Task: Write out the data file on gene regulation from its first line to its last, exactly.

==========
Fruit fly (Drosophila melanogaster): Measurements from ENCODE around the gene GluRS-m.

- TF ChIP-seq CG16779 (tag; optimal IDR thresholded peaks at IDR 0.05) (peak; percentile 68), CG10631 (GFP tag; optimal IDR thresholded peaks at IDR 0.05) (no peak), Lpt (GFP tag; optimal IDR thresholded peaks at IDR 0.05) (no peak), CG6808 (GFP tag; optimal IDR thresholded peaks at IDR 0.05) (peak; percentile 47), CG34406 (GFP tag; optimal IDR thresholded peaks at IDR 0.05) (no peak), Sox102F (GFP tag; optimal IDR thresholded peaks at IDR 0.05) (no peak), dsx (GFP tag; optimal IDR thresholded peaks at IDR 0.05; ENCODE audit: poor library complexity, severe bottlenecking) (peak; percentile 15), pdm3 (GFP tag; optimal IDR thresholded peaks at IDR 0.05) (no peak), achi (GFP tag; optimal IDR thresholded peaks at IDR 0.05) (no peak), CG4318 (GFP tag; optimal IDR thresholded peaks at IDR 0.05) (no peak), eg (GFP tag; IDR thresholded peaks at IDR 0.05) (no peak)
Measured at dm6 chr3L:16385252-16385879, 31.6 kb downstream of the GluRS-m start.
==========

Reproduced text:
Fruit fly (Drosophila melanogaster): Measurements from ENCODE around the gene GluRS-m.

- TF ChIP-seq CG16779 (tag; optimal IDR thresholded peaks at IDR 0.05) (peak; percentile 68), CG10631 (GFP tag; optimal IDR thresholded peaks at IDR 0.05) (no peak), Lpt (GFP tag; optimal IDR thresholded peaks at IDR 0.05) (no peak), CG6808 (GFP tag; optimal IDR thresholded peaks at IDR 0.05) (peak; percentile 47), CG34406 (GFP tag; optimal IDR thresholded peaks at IDR 0.05) (no peak), Sox102F (GFP tag; optimal IDR thresholded peaks at IDR 0.05) (no peak), dsx (GFP tag; optimal IDR thresholded peaks at IDR 0.05; ENCODE audit: poor library complexity, severe bottlenecking) (peak; percentile 15), pdm3 (GFP tag; optimal IDR thresholded peaks at IDR 0.05) (no peak), achi (GFP tag; optimal IDR thresholded peaks at IDR 0.05) (no peak), CG4318 (GFP tag; optimal IDR thresholded peaks at IDR 0.05) (no peak), eg (GFP tag; IDR thresholded peaks at IDR 0.05) (no peak)
Measured at dm6 chr3L:16385252-16385879, 31.6 kb downstream of the GluRS-m start.